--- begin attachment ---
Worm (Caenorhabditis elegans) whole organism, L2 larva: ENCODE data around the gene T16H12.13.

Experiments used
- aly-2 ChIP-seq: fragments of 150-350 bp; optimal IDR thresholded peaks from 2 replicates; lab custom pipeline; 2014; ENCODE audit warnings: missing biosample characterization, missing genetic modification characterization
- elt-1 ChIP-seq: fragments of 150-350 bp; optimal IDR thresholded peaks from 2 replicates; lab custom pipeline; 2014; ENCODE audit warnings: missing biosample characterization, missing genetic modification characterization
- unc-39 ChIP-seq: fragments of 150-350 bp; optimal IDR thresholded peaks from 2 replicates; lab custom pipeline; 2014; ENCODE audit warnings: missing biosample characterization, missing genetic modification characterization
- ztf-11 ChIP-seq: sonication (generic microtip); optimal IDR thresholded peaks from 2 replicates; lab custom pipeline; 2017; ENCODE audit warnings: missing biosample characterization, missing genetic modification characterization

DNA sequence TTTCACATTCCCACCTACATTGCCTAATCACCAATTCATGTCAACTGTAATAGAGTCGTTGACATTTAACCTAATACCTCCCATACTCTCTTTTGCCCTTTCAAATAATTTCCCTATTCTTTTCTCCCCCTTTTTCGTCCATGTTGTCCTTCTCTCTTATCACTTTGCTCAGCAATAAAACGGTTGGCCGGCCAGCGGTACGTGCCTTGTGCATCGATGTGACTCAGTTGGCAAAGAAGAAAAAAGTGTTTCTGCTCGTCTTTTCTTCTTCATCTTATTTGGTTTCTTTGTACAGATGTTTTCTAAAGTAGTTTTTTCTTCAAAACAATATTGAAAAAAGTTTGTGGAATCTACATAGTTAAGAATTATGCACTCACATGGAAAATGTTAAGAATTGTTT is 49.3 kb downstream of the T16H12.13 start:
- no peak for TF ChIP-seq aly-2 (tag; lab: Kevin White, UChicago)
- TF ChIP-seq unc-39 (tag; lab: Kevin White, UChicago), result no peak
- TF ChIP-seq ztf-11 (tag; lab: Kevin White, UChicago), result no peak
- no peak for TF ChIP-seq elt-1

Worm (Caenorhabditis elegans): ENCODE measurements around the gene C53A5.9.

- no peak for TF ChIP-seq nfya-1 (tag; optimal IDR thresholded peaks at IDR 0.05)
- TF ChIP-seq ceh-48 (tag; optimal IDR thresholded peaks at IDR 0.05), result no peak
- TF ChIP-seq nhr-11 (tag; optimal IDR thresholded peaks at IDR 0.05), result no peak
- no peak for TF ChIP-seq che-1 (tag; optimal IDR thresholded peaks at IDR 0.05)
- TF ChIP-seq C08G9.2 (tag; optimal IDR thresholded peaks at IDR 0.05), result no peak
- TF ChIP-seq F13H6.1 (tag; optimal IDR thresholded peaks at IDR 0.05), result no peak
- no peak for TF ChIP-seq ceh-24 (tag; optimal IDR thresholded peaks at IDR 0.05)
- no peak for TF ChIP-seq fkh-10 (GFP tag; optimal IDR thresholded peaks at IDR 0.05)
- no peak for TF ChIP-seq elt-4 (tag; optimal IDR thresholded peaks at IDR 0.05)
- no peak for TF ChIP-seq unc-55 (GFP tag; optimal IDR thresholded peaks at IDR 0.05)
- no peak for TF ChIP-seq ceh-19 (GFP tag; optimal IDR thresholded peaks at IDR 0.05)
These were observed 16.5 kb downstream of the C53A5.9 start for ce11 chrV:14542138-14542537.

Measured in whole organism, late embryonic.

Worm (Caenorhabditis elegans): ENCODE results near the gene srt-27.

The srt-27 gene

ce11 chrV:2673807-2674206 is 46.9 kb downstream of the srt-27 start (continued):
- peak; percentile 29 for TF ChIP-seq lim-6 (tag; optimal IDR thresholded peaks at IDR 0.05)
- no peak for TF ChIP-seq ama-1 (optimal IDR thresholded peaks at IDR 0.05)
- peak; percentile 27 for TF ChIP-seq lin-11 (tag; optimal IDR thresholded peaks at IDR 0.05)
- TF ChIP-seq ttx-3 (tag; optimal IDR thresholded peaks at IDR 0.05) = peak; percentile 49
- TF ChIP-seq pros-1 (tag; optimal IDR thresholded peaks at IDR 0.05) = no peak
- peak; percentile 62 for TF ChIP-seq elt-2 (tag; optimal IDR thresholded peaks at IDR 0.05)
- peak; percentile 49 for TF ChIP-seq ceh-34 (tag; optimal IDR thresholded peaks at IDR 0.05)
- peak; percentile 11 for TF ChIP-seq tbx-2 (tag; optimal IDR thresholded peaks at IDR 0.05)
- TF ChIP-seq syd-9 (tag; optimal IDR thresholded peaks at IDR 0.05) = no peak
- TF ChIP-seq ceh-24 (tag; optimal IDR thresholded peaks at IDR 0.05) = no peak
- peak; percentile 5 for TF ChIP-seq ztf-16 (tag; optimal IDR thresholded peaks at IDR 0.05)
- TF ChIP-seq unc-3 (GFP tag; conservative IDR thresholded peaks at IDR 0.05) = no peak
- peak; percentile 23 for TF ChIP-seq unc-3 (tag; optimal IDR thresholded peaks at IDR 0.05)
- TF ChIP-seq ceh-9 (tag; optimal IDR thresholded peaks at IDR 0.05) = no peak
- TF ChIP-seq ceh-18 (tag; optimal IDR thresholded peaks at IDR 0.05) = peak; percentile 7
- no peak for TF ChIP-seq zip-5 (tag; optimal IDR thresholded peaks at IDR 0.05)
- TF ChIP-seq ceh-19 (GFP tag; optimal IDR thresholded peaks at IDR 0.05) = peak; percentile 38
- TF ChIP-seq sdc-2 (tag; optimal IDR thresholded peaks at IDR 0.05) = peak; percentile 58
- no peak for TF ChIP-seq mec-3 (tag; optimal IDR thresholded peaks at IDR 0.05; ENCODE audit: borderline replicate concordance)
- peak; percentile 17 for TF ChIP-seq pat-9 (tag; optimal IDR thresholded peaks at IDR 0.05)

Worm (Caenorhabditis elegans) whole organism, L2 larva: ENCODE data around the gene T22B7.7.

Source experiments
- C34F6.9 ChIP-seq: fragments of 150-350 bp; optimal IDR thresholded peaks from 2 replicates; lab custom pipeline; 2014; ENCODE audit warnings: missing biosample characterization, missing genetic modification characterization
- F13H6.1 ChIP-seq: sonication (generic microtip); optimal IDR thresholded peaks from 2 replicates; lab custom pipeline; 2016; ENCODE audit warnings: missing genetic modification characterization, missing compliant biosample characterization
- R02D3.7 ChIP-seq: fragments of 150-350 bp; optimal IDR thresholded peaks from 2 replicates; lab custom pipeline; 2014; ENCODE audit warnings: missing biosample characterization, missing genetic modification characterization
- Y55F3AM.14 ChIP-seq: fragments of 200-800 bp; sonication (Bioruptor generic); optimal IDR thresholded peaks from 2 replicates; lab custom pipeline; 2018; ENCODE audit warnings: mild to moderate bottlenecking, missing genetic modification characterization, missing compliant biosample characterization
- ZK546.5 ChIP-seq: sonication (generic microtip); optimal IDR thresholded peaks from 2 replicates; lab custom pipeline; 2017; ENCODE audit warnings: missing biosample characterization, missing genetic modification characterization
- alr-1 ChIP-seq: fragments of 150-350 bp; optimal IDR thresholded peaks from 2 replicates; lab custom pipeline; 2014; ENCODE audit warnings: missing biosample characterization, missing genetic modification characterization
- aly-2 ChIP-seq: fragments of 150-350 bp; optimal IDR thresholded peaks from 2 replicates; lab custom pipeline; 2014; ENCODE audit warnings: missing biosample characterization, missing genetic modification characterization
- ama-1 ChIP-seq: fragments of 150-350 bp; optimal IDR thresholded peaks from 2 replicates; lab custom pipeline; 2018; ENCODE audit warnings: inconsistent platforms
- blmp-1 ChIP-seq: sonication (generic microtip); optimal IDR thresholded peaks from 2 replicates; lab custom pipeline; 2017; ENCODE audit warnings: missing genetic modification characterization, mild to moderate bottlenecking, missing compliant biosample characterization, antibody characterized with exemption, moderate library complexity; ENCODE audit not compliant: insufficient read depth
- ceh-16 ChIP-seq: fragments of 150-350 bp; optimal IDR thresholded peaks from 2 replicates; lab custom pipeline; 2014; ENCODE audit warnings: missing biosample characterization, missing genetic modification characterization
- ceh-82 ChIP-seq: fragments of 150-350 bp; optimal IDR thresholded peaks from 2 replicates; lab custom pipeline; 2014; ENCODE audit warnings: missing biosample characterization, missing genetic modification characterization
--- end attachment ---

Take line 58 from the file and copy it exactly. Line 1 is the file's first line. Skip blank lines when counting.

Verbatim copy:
- ama-1 ChIP-seq: fragments of 150-350 bp; optimal IDR thresholded peaks from 2 replicates; lab custom pipeline; 2018; ENCODE audit warnings: inconsistent platforms